Once upon a time there was a writer typing on a laptop while sitting on the couch. Or maybe at a desk or at a table in a coffee shop?
However you write it, that opening sentence begins a story. It may lead to a fantasy land full of talking animals or vampires, or to a place familiar and realistic. Either way, it’s a beginning.
This week discusses how to tell a good story. I am not a creative writer, so this chapter was helpful as Felder explained tips on how to write a story. Of course there are the basics, such as plot, character development, and conflict, but I want to zoom in a little closer.
How do you start a story?
Many writers feel this is the hardest part. I know I do, and I will put a book down if I get 50 pages in and I am not interested. The beginning is just as important as the rest of the story and can make or break your content.
New writers may feel they have to set everything up before starting the action, but Felder believes this is a mistake. Her advice is to jump in! Start with a hook. These are the first two to three sentences that start your story, and here are a few ideas to help guide you through them:
- An exciting event. Maybe you dump your reader in the middle of a race, a robbery, a love scene, or an adventure.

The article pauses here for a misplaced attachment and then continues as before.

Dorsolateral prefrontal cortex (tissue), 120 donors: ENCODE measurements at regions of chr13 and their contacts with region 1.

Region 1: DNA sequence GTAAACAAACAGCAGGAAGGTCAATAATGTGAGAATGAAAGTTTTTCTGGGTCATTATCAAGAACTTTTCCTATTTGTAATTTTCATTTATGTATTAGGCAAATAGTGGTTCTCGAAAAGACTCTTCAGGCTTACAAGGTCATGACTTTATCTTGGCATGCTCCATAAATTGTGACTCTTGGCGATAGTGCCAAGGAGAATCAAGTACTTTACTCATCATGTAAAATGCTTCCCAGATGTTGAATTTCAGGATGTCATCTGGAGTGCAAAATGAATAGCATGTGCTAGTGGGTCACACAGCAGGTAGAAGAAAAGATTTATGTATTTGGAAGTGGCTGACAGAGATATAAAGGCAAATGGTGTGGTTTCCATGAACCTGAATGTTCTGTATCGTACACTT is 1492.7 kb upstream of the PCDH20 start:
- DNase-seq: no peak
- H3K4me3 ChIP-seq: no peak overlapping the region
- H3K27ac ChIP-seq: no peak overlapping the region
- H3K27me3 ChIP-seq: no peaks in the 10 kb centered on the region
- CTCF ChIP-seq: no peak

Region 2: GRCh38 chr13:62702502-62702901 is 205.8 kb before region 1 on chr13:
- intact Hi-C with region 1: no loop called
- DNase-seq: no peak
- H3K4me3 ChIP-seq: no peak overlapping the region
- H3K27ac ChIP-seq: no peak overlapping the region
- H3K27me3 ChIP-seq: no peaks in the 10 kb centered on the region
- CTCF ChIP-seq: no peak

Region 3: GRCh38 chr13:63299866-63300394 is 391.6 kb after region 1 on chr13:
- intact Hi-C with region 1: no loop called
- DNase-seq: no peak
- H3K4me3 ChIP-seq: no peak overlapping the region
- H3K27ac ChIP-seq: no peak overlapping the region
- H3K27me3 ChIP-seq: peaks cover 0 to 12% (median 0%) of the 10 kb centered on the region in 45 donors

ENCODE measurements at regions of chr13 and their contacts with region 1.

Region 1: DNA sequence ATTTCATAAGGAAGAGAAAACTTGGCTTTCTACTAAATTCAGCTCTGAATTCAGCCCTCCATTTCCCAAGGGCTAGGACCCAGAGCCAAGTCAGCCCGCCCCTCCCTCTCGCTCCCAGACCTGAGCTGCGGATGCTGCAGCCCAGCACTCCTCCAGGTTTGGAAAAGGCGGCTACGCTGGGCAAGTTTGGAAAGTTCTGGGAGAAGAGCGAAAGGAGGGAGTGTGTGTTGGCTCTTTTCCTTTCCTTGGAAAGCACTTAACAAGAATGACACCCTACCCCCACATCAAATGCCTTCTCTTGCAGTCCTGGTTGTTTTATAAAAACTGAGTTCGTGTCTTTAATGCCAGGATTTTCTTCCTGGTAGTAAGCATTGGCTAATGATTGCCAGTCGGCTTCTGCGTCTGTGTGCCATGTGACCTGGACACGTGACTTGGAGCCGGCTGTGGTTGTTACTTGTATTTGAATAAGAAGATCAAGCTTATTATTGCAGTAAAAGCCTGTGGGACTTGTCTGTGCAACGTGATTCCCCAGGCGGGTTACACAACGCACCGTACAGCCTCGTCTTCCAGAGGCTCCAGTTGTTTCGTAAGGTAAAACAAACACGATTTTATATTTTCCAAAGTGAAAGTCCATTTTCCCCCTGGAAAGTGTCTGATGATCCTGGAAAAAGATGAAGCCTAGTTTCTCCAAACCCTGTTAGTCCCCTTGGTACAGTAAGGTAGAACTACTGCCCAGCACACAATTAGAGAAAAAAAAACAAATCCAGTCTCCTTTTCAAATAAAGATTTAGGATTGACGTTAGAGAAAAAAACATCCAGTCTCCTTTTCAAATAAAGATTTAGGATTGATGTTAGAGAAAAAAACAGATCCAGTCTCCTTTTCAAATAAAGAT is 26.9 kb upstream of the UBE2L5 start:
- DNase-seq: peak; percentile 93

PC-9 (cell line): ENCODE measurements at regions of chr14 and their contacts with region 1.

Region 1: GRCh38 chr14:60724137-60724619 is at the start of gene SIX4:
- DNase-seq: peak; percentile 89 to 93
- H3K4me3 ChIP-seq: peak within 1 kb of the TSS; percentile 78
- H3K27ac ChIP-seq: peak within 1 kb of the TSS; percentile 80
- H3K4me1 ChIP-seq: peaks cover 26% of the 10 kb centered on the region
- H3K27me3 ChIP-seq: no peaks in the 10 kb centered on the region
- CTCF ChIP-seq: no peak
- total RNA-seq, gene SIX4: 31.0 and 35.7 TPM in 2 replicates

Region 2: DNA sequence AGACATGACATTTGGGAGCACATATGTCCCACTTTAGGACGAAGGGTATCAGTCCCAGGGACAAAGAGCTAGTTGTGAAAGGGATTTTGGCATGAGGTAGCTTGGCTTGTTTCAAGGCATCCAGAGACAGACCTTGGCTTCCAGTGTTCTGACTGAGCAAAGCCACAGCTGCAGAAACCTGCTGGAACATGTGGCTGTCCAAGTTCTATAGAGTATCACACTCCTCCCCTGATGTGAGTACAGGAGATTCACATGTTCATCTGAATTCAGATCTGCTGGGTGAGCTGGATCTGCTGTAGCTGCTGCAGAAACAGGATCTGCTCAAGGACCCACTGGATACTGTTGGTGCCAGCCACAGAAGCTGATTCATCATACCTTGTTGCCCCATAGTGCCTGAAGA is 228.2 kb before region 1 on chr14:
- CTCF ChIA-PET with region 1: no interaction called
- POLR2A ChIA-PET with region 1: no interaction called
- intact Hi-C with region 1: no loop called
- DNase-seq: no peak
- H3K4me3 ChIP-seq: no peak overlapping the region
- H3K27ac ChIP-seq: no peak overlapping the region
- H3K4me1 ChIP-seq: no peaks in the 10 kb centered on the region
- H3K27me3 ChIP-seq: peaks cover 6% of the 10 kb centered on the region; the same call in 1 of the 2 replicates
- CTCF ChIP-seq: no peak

- An interesting character. Someone who is unusual, someone who thinks unlike most people, or someone who a reader will immediately sympathize with are all ways to use a person as a hook.
- Put a character into real trouble. Immediately, start with a conflict to create suspense.
- If you haven’t developed characters yet, what about a strange event? An event that stands out and urges the reader to keep going to discover the outcome.
- Many authors love to set a scene. This gives readers a chance to envision a world that may be different from their reality. Think Charlie and the Chocolate Factory or Narnia.
- Love and learn the language. Don’t use the Thesaurus for evil just to replace words; think about how you want to say it. What do you hope to express with your opening? What do you want your readers to see? Set the scene without being too wordy and long-winded.
You may be wondering how this all applies to Web writing? I wondered the same thing, and unfortunately Felder only gives one example of how this applies: Your home page should hook your readers. As I read more, I realized this was it. So, I looked at a few other sites for ideas and discovered you can use a hook to start an article, short story, or simple blog post. And, you can use more than words. Your hook can be a picture, video, slide show, or podcast. In fact, with Web writing you have more options than in print.
So, as you think about your next great idea, think of a good hook. How will you draw your readers in and keep them coming back? If you’re struggling for ideas or just need inspiration, check out some of my favorite stories with solid hooks:
An Occurrence at Owl Creek Bridge